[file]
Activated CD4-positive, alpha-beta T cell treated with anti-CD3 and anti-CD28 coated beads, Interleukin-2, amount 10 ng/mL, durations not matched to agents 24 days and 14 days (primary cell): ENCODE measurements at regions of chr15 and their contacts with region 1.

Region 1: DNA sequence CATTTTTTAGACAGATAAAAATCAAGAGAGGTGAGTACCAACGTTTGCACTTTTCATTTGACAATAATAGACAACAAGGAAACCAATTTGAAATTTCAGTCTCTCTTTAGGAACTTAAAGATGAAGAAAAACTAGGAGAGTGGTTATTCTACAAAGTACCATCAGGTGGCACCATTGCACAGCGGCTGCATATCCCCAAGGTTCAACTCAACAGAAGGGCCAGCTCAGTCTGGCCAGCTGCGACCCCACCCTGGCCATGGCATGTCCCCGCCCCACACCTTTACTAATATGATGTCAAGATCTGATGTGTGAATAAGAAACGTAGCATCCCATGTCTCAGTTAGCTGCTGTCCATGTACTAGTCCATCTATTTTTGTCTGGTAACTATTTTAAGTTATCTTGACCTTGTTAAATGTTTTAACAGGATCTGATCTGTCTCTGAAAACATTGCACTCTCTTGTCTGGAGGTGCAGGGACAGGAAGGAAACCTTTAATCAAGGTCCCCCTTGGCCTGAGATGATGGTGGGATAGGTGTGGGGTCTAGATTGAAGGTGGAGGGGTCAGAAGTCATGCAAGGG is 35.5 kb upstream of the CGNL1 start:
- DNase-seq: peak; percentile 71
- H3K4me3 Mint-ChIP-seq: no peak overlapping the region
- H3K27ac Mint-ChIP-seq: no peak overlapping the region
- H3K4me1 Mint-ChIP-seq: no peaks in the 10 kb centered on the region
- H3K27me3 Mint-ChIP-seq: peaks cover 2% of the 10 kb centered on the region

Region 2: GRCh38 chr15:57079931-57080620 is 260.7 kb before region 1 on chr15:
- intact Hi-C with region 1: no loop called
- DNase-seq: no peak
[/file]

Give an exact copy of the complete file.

Activated CD4-positive, alpha-beta T cell treated with anti-CD3 and anti-CD28 coated beads, Interleukin-2, amount 10 ng/mL, durations not matched to agents 24 days and 14 days (primary cell): ENCODE measurements at regions of chr15 and their contacts with region 1.

Region 1: DNA sequence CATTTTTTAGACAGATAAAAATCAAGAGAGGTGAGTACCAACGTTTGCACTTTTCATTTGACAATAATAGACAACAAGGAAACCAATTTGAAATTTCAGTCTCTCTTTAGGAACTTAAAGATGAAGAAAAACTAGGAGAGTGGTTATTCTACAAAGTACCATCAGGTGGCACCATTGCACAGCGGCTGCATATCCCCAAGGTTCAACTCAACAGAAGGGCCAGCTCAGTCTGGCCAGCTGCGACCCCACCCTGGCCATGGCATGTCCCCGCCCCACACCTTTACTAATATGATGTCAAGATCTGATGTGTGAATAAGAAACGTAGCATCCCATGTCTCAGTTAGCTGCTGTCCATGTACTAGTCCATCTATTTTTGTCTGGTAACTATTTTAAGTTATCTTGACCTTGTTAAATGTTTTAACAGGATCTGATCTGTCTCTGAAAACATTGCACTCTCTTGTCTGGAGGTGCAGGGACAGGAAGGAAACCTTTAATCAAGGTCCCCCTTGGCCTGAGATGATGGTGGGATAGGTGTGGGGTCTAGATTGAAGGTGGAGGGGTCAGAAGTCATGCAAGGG is 35.5 kb upstream of the CGNL1 start:
- DNase-seq: peak; percentile 71
- H3K4me3 Mint-ChIP-seq: no peak overlapping the region
- H3K27ac Mint-ChIP-seq: no peak overlapping the region
- H3K4me1 Mint-ChIP-seq: no peaks in the 10 kb centered on the region
- H3K27me3 Mint-ChIP-seq: peaks cover 2% of the 10 kb centered on the region

Region 2: GRCh38 chr15:57079931-57080620 is 260.7 kb before region 1 on chr15:
- intact Hi-C with region 1: no loop called
- DNase-seq: no peak